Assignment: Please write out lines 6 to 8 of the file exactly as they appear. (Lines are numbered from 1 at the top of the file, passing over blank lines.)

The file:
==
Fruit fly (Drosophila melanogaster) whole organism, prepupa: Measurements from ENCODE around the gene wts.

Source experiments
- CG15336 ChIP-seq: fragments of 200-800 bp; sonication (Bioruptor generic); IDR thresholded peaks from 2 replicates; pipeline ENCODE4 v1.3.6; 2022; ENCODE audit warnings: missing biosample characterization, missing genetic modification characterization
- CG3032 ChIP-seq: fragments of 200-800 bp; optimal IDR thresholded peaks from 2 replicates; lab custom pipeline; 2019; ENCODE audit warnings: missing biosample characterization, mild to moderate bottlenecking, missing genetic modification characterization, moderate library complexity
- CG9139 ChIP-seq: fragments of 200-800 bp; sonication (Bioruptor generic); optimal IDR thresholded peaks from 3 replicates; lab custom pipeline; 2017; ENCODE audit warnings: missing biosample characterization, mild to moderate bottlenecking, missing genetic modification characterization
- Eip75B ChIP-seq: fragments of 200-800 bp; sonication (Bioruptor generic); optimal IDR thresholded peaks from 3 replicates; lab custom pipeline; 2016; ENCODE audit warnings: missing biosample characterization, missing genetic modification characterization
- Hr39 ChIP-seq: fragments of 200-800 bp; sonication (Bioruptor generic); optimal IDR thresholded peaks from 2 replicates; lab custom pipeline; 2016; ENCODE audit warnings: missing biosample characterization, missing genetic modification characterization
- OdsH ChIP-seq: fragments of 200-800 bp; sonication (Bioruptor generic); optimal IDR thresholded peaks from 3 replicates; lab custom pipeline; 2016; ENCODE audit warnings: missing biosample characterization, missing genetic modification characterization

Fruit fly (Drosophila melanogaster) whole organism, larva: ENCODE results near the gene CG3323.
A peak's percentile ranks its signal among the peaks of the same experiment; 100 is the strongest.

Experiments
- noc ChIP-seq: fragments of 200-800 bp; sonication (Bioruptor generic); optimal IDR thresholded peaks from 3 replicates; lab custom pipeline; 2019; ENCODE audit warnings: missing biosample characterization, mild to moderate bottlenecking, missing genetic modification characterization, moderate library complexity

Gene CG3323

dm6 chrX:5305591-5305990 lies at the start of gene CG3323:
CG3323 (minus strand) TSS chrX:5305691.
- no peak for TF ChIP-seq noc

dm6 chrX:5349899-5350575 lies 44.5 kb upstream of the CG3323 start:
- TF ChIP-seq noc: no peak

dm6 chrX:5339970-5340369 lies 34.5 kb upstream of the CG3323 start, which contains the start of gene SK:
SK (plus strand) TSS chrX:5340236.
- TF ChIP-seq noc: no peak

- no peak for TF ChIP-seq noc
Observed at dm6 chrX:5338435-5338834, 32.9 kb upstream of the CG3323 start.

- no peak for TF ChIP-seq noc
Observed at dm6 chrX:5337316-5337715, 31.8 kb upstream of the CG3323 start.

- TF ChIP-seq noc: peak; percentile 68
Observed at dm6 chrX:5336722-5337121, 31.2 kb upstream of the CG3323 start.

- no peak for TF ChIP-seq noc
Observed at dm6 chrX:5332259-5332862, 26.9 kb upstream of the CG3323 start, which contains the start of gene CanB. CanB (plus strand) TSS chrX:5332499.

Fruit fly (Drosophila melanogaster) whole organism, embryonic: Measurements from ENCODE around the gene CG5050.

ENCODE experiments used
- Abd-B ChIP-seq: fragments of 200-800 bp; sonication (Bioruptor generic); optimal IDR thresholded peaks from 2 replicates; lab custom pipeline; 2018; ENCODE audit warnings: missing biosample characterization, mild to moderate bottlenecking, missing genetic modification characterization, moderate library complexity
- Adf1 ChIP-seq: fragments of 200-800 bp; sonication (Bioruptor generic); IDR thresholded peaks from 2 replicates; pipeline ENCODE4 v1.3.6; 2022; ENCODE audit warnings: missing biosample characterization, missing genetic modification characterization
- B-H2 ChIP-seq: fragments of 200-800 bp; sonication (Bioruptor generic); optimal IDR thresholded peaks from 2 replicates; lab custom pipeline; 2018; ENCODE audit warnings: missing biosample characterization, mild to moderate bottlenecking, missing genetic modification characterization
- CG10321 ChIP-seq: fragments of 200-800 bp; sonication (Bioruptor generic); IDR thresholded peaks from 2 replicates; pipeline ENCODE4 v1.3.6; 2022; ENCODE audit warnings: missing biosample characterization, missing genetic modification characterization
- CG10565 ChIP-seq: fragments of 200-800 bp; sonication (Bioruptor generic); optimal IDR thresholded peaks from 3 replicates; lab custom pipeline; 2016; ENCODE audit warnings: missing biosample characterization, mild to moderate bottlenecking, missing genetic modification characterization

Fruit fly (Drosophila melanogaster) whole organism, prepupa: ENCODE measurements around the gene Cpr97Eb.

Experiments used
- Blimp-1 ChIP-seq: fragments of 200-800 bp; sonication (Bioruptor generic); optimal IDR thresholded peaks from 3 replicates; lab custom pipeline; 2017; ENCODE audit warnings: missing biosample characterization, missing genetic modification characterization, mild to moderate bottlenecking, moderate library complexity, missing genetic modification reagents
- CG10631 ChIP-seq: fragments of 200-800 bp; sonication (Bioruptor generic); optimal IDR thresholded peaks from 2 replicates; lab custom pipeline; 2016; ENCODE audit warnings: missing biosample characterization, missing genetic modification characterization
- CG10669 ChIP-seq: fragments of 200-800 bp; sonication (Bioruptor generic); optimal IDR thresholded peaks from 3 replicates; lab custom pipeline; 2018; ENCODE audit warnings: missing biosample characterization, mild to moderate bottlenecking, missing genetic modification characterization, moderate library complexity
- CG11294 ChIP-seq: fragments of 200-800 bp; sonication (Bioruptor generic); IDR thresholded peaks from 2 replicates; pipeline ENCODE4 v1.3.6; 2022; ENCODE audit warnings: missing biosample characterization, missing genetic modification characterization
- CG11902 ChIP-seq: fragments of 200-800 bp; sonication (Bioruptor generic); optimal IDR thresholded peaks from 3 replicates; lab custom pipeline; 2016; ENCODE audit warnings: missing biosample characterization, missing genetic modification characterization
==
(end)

- Eip75B ChIP-seq: fragments of 200-800 bp; sonication (Bioruptor generic); optimal IDR thresholded peaks from 3 replicates; lab custom pipeline; 2016; ENCODE audit warnings: missing biosample characterization, missing genetic modification characterization
- Hr39 ChIP-seq: fragments of 200-800 bp; sonication (Bioruptor generic); optimal IDR thresholded peaks from 2 replicates; lab custom pipeline; 2016; ENCODE audit warnings: missing biosample characterization, missing genetic modification characterization
- OdsH ChIP-seq: fragments of 200-800 bp; sonication (Bioruptor generic); optimal IDR thresholded peaks from 3 replicates; lab custom pipeline; 2016; ENCODE audit warnings: missing biosample characterization, missing genetic modification characterization